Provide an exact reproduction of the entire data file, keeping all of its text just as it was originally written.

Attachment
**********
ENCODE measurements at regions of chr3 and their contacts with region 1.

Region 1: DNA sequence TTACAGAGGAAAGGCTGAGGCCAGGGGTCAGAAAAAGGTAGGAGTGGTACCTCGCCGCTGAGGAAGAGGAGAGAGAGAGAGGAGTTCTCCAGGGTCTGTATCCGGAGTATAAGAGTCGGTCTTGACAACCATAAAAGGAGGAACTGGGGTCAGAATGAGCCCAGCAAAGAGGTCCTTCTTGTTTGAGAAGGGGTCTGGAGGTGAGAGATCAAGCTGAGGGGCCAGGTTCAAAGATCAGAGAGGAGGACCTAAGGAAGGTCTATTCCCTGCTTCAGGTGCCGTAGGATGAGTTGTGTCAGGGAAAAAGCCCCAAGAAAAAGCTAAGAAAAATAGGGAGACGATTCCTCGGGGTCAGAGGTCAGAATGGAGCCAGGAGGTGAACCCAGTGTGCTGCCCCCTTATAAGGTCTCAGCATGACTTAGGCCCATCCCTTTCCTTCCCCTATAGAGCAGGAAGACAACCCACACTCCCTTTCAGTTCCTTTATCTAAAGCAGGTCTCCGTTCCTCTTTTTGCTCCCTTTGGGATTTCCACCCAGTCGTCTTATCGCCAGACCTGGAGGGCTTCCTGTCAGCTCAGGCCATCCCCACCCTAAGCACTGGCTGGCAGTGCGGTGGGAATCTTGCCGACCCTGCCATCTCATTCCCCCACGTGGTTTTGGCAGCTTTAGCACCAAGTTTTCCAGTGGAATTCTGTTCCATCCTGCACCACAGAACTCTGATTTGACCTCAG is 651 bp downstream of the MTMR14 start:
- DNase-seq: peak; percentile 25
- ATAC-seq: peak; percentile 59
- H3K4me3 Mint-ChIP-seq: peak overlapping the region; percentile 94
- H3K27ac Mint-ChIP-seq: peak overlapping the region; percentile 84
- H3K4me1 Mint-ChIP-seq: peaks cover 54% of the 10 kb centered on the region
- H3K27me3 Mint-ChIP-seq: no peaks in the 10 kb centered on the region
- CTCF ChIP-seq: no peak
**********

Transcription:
ENCODE measurements at regions of chr3 and their contacts with region 1.

Region 1: DNA sequence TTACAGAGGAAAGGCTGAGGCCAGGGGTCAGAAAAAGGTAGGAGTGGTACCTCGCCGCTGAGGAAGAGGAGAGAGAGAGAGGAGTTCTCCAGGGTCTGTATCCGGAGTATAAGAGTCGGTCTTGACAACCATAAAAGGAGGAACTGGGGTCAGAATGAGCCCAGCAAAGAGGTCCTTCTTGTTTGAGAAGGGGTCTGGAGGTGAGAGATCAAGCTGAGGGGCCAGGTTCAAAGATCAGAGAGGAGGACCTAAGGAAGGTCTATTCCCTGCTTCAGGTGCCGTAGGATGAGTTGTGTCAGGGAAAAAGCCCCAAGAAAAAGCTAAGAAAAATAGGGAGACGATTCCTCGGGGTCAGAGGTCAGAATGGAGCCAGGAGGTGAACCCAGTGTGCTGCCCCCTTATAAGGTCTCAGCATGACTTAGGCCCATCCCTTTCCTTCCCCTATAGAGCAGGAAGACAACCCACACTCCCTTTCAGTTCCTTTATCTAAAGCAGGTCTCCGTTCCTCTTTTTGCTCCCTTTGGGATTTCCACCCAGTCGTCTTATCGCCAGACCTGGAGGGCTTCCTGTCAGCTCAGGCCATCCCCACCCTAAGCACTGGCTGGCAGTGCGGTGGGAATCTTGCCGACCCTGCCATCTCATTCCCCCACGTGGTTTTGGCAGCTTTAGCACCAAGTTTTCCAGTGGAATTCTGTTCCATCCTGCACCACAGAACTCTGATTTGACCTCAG is 651 bp downstream of the MTMR14 start:
- DNase-seq: peak; percentile 25
- ATAC-seq: peak; percentile 59
- H3K4me3 Mint-ChIP-seq: peak overlapping the region; percentile 94
- H3K27ac Mint-ChIP-seq: peak overlapping the region; percentile 84
- H3K4me1 Mint-ChIP-seq: peaks cover 54% of the 10 kb centered on the region
- H3K27me3 Mint-ChIP-seq: no peaks in the 10 kb centered on the region
- CTCF ChIP-seq: no peak